Friday, January 26, 2007

Code Te Ching - Verse 1

Code that is coded is not Code.
Grammar can own no variables.

Having no grammar, it is the source of conception.
Having grammar, it is the mother of all language.

Empty yourself of language and perceive its subtlety.
Blind yourself by language and see only its manifestations.

These two converge, but have different names.
They are both conception.
        We call them mysterious.

Where they converge the deepest is the gate of true understanding.

Wednesday, January 24, 2007

The KISS Smarmy

The KISS principle has long been a cherished symbol of wisdom - especially for software development. And why wouldn't it be? Avoid complication; make it elegant; be agile; keep it simple, stupid. Any well-laid design can be torn apart with a simple placement those four words. And just in case the victim had any illusions that keeping it simple was not the proper course, they are treated to one final jab: barring simplicity implies their stupidity. The design could have been simpler, if only the designers weren't so dumb.

Keeping with this theme, I have endeavored to create my own list of principles - ones urging my listeners to apply my wisdom under penalty of being called a disparaging name. So read on, Stupid.

The KILL principle:
Keep it Light, Loser. This is a specialization of the KISS principle, which can apply similarly to software development situations (use light frameworks - such as POJOs, loser) or others (keep the social situation light and breezy - or you are a loser).

The KIDD principle:
Keep it Documented, Dickhead. I think this speaks for itself. Only dickheads don't document their code.

The KIAA principle:
Keep it Agile, Asshole. This principle urges the audience to keep to agile methodologies - you can imagine what I think of those who don't.

The KIFF principle:
Keep it Free, Fucker. Free as in opensource. It's always fuckers want to close-source everything. Especially applicable to corporations who use open-source software, but refuse to give anything back to the community. Man oh, man - what a bunch of fuckers.

There are undoubtedly more, but it might stop being funny if I keep going.

Wednesday, January 10, 2007

Windows Maven Menu Options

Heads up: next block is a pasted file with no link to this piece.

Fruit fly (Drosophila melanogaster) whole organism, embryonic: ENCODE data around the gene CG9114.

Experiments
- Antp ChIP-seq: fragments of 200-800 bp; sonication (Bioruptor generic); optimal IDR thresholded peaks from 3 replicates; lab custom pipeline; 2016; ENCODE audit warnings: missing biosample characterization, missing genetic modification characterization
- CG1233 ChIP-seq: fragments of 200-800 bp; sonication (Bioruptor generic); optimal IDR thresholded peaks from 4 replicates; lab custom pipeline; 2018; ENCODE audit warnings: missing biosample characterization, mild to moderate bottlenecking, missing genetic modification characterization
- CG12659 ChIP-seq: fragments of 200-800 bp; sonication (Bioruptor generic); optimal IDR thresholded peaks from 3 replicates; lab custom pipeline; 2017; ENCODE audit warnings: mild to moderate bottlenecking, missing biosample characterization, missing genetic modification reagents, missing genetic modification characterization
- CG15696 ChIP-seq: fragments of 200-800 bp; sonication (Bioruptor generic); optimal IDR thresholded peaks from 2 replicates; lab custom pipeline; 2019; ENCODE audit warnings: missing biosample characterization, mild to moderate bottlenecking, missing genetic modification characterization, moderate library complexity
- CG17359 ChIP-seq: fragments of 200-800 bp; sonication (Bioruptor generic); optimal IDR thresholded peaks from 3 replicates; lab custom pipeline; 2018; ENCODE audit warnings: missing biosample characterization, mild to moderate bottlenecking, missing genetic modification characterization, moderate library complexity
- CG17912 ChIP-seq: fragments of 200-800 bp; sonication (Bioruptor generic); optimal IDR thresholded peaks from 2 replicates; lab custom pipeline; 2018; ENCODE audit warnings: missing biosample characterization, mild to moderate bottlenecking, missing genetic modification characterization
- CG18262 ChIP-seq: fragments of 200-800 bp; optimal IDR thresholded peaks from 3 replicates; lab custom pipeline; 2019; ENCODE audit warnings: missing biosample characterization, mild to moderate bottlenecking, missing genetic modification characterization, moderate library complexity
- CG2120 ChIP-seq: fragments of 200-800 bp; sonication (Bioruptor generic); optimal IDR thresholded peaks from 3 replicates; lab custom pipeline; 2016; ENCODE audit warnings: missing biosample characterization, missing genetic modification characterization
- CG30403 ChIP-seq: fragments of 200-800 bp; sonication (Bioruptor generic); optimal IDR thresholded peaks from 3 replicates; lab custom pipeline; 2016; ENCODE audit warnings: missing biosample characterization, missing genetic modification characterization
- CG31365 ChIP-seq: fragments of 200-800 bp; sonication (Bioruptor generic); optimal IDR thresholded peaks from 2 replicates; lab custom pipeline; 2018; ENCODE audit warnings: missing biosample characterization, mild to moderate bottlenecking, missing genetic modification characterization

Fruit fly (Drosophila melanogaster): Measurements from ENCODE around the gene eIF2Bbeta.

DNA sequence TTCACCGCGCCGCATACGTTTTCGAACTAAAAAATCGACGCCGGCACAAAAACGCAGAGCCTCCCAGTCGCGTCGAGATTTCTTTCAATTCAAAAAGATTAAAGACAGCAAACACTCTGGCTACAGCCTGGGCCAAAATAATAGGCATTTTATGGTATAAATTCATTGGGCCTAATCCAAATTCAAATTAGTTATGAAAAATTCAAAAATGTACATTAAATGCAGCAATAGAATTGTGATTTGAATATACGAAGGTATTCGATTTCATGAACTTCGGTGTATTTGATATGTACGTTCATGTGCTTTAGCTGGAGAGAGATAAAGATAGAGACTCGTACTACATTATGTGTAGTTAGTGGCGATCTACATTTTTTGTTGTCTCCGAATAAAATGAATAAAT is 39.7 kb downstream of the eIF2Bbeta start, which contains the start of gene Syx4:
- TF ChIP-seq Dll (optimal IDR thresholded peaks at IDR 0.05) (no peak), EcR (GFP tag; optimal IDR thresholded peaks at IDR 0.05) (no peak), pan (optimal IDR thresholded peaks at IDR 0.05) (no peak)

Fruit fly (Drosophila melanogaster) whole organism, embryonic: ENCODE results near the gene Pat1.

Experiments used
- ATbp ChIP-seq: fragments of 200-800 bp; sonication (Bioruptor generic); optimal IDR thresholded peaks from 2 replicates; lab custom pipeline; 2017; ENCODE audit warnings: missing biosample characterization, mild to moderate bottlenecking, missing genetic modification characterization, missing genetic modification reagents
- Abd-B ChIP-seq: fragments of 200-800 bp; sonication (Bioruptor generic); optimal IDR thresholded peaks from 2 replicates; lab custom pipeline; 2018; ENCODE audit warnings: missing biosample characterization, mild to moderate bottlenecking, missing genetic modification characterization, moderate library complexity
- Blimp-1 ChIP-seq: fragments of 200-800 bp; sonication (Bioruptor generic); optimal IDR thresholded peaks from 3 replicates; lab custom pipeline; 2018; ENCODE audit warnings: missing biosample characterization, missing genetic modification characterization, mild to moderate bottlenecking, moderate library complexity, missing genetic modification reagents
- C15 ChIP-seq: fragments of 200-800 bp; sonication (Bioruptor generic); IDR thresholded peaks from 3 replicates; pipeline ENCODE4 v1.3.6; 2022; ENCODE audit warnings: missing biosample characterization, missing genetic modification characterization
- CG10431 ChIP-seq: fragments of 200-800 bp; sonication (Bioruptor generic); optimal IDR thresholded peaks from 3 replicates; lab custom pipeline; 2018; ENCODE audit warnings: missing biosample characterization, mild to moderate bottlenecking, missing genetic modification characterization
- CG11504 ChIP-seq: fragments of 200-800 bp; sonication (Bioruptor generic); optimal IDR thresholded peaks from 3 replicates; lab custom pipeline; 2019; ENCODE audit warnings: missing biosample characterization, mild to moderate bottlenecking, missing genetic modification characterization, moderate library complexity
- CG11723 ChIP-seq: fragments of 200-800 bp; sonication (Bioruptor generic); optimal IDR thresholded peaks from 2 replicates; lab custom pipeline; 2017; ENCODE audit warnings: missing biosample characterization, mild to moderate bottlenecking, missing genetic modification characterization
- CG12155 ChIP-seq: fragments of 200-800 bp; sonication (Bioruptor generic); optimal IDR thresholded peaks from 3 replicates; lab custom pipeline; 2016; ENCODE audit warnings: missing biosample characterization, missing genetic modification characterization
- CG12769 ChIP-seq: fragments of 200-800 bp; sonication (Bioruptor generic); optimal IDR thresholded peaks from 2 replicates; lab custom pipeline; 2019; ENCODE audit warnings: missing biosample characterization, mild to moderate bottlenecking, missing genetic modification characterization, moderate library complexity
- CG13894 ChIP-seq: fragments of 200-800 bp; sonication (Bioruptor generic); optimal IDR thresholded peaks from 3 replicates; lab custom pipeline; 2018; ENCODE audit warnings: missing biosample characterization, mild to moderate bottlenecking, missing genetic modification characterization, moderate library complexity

I hate command-lines. No wait, let me back up... I love command lines because I can automate repetative tasks; but I hate command-lines because I tend to navigate directory structures using a GUI window manager, then have to open a command-line in that location to execute what I want. I have my own hierarchy of needs (eat it, Maslow!). When I do something occasionally, I don't mind having a GUI tool to help me along. When I tend to do the same things often, I script them, and use the command line. When I do something very often (multiple times a day), I find typing too arduous, and so find a way to add it to my right-click menu.

Here is how I added these sweet actions to my windows right-click menu:

First, you have to write the batch script. My script is as follows, in a file named "C:\maven-install.bat"
------------------------------------------------- BEGIN FILE---------------------
@echo off

set MVN="C:\maven-2.1-SNAPSHOT\bin\mvn.bat"
set REMOTEREPO=file://M:\
set REMOTEREPOID=in-house
set VERSION=1.0

if "%1" == "install" if "%~nx2" == "pom.xml" goto pominstall
if "%1" == "install" if "%~x2" == ".jar" goto jarinstall
if "%1" == "deploy" if "%~nx2" == "pom.xml" goto pomdeploy
if "%1" == "deploy" if "%~x2" == ".jar" goto jardeploy

goto end

%MVN% install -f %2\pom.xml

%MVN% install -f %2
goto end

if "%GROUPID%"=="" set GROUPID="%~n2"
%MVN% install:install-file -DgroupId=%GROUPID% -DartifactId=%~n2 -Dversion=%VERSION% -Dpackaging=jar -Dfile=%2
goto end

%MVN% deploy -f %2
goto end

if "%GROUPID%"=="" set GROUPID="%~n2"